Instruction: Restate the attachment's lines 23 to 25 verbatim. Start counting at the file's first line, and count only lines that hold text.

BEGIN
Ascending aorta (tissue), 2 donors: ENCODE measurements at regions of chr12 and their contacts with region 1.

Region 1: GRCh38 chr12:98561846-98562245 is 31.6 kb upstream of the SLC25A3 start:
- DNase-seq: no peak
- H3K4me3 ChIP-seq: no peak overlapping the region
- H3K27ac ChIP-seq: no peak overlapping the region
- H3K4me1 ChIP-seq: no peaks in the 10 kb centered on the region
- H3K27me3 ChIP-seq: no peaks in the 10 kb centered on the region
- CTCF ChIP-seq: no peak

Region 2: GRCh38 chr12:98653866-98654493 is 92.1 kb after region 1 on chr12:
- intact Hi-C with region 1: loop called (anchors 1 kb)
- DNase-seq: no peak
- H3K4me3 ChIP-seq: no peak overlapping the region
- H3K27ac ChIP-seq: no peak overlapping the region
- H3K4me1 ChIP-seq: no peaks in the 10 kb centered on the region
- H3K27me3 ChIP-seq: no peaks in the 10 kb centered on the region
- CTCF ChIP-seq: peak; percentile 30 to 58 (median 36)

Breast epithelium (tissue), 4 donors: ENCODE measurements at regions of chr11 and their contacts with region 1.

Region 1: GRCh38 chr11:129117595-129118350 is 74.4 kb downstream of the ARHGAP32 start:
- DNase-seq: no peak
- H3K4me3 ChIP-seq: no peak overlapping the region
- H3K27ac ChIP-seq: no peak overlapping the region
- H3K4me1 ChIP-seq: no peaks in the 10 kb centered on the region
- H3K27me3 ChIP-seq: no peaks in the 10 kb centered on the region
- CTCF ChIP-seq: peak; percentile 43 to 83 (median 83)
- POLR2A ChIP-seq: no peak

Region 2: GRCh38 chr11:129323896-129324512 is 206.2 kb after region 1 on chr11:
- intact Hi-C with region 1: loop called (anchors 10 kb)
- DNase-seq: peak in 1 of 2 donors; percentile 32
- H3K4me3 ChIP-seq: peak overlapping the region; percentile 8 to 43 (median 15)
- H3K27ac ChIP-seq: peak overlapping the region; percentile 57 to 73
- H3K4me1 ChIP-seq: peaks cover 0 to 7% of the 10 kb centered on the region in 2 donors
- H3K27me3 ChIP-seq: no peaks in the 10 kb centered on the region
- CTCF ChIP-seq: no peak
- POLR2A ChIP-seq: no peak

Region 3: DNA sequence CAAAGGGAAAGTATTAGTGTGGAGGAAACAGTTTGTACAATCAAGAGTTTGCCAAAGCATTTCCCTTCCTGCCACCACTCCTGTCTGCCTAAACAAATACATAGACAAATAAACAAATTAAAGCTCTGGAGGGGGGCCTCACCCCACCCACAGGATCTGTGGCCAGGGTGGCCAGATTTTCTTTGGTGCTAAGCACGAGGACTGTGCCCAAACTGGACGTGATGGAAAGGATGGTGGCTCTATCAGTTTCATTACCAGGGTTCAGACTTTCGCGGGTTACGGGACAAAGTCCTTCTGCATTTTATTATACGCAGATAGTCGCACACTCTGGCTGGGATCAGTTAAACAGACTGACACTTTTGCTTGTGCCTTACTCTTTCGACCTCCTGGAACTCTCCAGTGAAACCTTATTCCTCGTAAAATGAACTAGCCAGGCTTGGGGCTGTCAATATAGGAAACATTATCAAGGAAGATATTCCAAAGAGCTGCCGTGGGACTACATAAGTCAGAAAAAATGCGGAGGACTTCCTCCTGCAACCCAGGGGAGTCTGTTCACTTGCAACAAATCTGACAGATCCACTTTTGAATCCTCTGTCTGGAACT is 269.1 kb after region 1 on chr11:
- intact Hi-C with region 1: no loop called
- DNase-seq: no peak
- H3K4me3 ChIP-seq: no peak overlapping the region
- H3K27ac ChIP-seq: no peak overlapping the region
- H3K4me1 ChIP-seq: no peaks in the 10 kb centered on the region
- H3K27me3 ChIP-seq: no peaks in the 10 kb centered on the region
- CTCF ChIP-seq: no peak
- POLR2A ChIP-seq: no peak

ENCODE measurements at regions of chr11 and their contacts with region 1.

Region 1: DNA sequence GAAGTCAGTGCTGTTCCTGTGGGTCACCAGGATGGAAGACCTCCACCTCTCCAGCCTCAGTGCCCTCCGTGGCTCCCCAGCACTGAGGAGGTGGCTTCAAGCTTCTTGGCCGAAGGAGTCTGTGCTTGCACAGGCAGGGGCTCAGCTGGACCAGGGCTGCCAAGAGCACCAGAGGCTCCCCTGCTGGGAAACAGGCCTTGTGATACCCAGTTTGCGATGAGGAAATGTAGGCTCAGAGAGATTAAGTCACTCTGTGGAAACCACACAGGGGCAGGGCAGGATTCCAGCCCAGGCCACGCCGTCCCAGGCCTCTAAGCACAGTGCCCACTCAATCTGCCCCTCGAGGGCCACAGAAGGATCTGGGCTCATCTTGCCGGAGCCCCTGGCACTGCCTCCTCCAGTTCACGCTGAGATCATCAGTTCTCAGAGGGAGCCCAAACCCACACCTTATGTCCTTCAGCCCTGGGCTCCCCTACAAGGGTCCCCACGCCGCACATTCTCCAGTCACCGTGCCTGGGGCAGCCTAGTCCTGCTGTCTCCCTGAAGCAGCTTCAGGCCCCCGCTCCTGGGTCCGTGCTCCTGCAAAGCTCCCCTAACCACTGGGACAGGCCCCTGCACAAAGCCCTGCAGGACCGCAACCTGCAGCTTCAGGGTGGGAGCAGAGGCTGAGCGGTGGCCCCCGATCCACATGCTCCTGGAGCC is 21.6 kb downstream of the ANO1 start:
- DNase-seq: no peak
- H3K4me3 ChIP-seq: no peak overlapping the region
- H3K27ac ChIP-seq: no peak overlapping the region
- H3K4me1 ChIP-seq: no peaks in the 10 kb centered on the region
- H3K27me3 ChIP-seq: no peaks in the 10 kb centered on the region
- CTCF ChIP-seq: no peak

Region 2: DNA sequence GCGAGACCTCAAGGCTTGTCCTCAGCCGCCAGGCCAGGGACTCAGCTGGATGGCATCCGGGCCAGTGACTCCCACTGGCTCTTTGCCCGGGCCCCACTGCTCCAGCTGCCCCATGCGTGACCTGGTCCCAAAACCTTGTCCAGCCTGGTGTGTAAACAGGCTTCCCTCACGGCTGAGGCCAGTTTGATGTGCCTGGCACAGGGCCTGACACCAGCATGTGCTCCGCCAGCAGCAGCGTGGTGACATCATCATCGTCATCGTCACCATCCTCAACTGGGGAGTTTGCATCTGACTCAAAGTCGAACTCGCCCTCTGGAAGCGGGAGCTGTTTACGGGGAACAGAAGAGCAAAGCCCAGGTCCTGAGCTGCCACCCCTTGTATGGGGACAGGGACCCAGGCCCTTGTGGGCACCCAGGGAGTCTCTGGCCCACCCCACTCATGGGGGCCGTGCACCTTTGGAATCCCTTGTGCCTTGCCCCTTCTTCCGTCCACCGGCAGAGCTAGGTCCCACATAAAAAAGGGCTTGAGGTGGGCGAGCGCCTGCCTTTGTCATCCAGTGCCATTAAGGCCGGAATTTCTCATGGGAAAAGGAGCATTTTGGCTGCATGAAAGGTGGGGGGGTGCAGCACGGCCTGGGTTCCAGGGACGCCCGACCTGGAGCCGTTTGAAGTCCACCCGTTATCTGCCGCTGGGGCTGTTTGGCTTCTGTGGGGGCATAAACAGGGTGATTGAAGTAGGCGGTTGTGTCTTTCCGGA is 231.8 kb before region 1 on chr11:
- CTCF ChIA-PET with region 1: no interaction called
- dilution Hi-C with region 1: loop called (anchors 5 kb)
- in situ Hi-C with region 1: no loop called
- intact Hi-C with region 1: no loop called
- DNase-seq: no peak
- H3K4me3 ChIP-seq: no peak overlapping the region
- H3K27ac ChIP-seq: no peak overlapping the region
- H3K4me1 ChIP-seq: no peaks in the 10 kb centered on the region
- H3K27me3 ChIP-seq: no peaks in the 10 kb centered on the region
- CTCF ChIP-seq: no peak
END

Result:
- H3K27me3 ChIP-seq: no peaks in the 10 kb centered on the region
- CTCF ChIP-seq: peak; percentile 43 to 83 (median 83)
- POLR2A ChIP-seq: no peak